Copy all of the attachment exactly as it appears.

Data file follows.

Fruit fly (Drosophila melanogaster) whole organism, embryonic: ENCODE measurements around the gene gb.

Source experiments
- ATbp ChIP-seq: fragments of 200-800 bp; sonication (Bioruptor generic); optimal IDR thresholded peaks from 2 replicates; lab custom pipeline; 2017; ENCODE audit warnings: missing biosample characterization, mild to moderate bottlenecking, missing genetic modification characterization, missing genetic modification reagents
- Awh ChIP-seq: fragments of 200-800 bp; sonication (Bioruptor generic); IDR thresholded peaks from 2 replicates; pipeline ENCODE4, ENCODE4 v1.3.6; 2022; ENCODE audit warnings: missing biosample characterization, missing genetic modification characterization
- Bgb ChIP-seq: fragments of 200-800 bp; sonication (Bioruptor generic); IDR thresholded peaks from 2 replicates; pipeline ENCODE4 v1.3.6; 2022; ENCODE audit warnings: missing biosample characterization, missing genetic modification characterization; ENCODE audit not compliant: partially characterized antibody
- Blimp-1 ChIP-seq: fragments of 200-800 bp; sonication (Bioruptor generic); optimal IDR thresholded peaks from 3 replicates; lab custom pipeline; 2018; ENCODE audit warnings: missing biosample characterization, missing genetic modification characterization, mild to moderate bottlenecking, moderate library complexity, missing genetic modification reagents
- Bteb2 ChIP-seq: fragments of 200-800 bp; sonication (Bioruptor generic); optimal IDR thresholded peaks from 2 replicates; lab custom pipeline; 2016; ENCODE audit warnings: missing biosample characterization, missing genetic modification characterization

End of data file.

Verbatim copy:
Fruit fly (Drosophila melanogaster) whole organism, embryonic: ENCODE measurements around the gene gb.

Source experiments
- ATbp ChIP-seq: fragments of 200-800 bp; sonication (Bioruptor generic); optimal IDR thresholded peaks from 2 replicates; lab custom pipeline; 2017; ENCODE audit warnings: missing biosample characterization, mild to moderate bottlenecking, missing genetic modification characterization, missing genetic modification reagents
- Awh ChIP-seq: fragments of 200-800 bp; sonication (Bioruptor generic); IDR thresholded peaks from 2 replicates; pipeline ENCODE4, ENCODE4 v1.3.6; 2022; ENCODE audit warnings: missing biosample characterization, missing genetic modification characterization
- Bgb ChIP-seq: fragments of 200-800 bp; sonication (Bioruptor generic); IDR thresholded peaks from 2 replicates; pipeline ENCODE4 v1.3.6; 2022; ENCODE audit warnings: missing biosample characterization, missing genetic modification characterization; ENCODE audit not compliant: partially characterized antibody
- Blimp-1 ChIP-seq: fragments of 200-800 bp; sonication (Bioruptor generic); optimal IDR thresholded peaks from 3 replicates; lab custom pipeline; 2018; ENCODE audit warnings: missing biosample characterization, missing genetic modification characterization, mild to moderate bottlenecking, moderate library complexity, missing genetic modification reagents
- Bteb2 ChIP-seq: fragments of 200-800 bp; sonication (Bioruptor generic); optimal IDR thresholded peaks from 2 replicates; lab custom pipeline; 2016; ENCODE audit warnings: missing biosample characterization, missing genetic modification characterization